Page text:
The 21 km in length and 14 km at the maximum width provide the 173.1 sq. km of the island of Faial with a pentagonal shape. Faial is the third most populous island of the Archipelago with 14,994 inhabitants (2011 data). The island is part of the Central Group and is the westernmost corner of the so-called “Triangle Islands”, which also include São Jorge and Pico, the latter just 6 km away from Faial. The island’s highest point is the Cabeço Gordo (1,043 m of altitude) in the Caldeira area located at 38º34’34’’ latitude north and 28º42’47’’ longitude west.


One of the most typical dishes of Faial is stewed octopus in wine, which is also common to the other islands of the archipelago. Fish is very important, especially stewed or served in a broth. Bread and corn cake are preferentially included during meals. As for meats, there are the local sausages, eaten either as a meal, when served with taro root, or just as a snack. The recipe for boiled beef tastes better when spiced, especially with pepper, cumin and cinnamon to stiffen the broth in which the beef is going to be cooked.

As for pastries, the Fofas do Faial are typical: this aroma pastries include fennel seed and are baked before being stuffed with a cream based on egg yolks, milk, sugar, flower and lemon peel.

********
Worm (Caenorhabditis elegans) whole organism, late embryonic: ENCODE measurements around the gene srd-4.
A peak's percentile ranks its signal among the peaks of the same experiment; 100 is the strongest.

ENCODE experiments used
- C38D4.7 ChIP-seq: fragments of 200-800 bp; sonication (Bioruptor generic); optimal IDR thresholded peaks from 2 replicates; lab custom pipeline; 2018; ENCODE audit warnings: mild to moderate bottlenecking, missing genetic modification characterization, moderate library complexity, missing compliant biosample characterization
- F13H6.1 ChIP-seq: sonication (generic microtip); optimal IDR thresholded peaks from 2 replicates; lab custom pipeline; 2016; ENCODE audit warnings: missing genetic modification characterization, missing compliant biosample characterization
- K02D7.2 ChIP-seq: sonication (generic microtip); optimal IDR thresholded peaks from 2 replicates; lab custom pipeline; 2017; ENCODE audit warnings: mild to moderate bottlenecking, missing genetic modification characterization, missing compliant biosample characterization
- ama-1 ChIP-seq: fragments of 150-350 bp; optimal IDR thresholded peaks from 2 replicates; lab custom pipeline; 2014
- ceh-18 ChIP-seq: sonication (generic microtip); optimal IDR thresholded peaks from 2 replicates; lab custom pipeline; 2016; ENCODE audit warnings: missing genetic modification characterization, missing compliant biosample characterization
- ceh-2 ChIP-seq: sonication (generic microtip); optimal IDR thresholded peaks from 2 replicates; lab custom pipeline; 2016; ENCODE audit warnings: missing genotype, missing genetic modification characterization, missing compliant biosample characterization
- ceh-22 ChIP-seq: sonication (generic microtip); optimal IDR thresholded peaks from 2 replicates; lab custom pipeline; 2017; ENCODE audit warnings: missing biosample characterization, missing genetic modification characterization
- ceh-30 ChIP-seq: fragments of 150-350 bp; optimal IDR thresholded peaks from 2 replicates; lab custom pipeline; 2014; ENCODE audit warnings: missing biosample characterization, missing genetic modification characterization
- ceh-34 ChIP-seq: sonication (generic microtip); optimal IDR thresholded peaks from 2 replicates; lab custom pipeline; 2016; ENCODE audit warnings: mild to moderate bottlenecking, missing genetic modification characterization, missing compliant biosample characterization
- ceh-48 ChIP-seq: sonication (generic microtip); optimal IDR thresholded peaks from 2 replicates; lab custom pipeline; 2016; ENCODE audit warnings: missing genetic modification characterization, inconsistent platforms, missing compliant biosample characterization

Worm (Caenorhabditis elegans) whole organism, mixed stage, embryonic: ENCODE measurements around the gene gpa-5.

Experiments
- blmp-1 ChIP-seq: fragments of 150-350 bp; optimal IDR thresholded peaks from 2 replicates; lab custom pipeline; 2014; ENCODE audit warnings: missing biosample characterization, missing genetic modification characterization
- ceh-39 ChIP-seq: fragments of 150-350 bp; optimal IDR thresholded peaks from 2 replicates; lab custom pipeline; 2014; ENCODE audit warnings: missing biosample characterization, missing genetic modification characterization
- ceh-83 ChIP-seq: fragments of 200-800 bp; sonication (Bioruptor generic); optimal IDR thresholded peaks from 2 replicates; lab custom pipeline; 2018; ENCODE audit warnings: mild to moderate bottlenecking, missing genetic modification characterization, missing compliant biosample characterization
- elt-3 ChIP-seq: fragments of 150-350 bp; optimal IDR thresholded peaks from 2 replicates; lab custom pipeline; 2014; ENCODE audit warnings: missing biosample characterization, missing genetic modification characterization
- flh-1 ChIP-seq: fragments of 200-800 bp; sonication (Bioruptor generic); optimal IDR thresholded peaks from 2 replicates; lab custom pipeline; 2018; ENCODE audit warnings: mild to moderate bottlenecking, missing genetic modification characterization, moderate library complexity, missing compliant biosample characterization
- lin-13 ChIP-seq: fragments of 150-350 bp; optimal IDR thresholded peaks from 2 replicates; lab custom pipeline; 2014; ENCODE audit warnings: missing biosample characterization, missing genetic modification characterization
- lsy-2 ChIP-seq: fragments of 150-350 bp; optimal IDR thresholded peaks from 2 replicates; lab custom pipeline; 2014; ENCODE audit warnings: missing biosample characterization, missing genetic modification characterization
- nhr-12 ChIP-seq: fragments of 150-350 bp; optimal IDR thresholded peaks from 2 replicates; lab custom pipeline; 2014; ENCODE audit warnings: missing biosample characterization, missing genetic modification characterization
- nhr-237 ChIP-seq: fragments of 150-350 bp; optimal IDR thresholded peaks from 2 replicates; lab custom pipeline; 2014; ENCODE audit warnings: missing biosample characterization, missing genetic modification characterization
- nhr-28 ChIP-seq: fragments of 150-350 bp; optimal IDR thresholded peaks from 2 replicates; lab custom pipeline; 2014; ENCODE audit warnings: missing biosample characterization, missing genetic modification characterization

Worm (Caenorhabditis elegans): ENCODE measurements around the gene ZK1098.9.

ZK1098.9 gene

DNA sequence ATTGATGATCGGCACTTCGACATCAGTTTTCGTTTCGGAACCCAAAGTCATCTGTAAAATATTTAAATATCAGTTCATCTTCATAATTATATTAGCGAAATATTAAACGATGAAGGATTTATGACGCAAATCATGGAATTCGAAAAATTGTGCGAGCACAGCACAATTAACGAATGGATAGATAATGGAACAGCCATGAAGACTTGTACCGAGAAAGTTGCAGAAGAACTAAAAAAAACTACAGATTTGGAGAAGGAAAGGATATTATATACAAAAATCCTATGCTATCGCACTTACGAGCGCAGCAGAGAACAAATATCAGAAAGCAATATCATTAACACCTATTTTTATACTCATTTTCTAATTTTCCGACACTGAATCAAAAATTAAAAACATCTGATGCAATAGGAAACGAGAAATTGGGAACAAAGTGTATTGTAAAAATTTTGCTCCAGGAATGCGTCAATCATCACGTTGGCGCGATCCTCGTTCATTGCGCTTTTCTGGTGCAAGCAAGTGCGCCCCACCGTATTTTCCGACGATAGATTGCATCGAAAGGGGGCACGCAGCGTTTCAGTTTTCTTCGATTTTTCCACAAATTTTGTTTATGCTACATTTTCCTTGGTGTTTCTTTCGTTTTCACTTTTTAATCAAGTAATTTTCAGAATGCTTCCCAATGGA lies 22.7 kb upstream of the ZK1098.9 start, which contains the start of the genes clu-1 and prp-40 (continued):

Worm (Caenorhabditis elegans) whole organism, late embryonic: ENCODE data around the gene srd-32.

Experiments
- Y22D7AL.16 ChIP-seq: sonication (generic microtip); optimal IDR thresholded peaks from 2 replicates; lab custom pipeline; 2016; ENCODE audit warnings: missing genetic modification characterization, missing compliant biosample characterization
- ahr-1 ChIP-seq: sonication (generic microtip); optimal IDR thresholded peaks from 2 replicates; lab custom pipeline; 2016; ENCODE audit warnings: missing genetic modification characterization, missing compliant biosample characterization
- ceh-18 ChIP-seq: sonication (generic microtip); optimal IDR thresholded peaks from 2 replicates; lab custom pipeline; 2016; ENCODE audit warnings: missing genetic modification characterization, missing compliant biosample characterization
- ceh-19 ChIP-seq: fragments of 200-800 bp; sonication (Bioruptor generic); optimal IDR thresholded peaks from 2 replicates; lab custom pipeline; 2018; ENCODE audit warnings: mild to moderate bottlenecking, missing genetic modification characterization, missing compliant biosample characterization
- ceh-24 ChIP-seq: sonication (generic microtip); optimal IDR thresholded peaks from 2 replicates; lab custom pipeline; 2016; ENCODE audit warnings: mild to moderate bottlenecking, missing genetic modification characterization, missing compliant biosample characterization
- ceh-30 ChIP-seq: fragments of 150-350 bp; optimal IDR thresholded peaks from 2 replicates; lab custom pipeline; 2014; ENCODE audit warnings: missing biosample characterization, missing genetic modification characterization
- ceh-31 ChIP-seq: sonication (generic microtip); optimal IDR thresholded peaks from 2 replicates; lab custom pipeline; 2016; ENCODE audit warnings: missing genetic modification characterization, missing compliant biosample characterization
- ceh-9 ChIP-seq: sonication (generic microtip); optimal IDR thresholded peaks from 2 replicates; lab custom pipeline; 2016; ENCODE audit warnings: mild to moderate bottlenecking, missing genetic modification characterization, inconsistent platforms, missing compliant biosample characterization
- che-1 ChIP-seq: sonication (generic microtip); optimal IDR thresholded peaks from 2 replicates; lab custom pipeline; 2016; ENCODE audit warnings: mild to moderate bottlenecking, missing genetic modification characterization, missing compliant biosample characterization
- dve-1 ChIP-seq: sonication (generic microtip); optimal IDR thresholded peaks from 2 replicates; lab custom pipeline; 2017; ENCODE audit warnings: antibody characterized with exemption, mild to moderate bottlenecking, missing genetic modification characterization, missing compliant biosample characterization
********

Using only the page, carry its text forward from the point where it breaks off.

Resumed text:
São João Festival takes place on 24 June, a festivity which dates back to the settlement of the island by nobles from Terceira Island. The event includes the gathering of brass bands coming from all over the island that meet on the square Largo Jaime Melo, where the chapel built by the most pious devotees of São João is located. Concerts, folk dances and parades fill the day. Family members and groups of friends come together to either enjoy an open air meal or eat at the food stalls and enjoy the delicacies of the local cuisine.

Despite the Holy Ghost Festival also being traditionally celebrated on Faial, the biggest religious festival is the Nossa Senhora das Angústias Festival. The streets of Horta are filled with the procession and popular celebrations on the sixth Sunday after Easter Sunday, a tradition that also goes back to the time of settlement when a statue was brought from Flanders. On 1 February of each year the town hall fulfils a centuries-old promise, with a procession and prayers in the Nossa Senhora da Graça church at the Praia do Almoxarife. This tradition dates back to 1718 when the people were frightened by the volcanic eruption which took place in Santa Luzia, Pico Island.

In August, the blue sea dominates the festivities. On the 1st, to celebrate the Senhora da Guia Festival, a parade of ships escorts the statue of the Virgin from the sands of Porto Pim to the harbour of Horta. The festivities continue during the Semana do Mar (Sea Week). This festivity was initially dedicated to yachtsman, but now it is shared by locals and visitors. The extensive programme includes music shows, handicrafts exhibitions, cuisine fair, whaling boat regattas and various sporting activities that enliven the bays of Horta and Porto Pim.